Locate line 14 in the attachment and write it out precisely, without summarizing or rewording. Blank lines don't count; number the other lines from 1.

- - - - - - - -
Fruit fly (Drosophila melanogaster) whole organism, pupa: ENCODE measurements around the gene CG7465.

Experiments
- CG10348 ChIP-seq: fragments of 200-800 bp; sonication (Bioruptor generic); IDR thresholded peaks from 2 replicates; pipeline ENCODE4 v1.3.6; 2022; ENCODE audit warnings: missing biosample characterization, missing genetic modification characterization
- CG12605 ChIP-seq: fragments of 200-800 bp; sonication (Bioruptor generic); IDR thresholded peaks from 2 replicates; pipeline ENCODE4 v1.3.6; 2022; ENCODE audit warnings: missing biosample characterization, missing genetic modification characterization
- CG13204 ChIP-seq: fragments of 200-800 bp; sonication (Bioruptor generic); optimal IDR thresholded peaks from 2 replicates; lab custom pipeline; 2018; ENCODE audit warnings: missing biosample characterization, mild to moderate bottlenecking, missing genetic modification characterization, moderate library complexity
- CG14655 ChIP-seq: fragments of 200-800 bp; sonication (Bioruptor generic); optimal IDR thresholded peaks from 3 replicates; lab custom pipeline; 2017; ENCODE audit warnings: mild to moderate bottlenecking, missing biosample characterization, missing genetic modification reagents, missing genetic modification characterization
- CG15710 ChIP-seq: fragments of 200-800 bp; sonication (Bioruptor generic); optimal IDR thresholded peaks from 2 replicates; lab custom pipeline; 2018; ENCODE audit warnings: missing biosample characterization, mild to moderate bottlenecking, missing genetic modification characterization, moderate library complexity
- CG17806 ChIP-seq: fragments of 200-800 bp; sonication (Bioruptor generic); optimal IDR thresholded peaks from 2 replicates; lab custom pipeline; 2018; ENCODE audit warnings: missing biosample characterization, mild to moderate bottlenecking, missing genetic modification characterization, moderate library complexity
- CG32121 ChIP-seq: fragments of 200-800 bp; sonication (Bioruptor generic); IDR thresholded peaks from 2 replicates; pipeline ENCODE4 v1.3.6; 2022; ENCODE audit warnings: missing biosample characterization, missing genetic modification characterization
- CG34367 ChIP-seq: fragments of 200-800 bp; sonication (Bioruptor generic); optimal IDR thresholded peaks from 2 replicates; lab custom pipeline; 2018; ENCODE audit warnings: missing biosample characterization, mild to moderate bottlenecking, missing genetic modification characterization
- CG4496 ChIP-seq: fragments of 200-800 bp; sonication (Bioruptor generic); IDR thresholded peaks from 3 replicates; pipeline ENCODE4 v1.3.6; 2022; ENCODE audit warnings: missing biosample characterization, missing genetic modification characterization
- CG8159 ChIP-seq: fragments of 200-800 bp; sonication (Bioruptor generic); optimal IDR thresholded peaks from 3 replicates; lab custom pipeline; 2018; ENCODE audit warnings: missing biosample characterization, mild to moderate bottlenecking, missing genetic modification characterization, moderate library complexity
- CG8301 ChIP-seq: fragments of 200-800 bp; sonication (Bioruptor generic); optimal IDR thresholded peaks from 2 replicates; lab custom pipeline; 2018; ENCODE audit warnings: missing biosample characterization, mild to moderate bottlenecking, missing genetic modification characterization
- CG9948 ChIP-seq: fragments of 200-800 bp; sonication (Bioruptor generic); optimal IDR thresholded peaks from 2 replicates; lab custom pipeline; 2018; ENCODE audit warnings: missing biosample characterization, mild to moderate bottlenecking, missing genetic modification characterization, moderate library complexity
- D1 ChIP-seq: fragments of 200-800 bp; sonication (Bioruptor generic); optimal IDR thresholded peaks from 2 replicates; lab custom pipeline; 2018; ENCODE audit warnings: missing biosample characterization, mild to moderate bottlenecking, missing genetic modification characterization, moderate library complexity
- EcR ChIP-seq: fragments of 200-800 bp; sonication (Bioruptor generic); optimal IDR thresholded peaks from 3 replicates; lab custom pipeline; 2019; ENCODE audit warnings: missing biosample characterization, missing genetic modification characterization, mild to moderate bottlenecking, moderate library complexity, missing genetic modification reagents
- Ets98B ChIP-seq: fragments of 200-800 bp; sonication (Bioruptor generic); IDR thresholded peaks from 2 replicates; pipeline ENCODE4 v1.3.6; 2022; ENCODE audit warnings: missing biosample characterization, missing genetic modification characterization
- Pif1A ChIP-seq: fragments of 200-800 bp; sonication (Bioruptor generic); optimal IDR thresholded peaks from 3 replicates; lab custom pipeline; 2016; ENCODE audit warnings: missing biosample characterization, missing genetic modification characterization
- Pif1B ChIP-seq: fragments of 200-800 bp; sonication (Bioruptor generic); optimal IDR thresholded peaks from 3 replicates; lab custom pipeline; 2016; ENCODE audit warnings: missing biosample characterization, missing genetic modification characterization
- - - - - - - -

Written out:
- CG9948 ChIP-seq: fragments of 200-800 bp; sonication (Bioruptor generic); optimal IDR thresholded peaks from 2 replicates; lab custom pipeline; 2018; ENCODE audit warnings: missing biosample characterization, mild to moderate bottlenecking, missing genetic modification characterization, moderate library complexity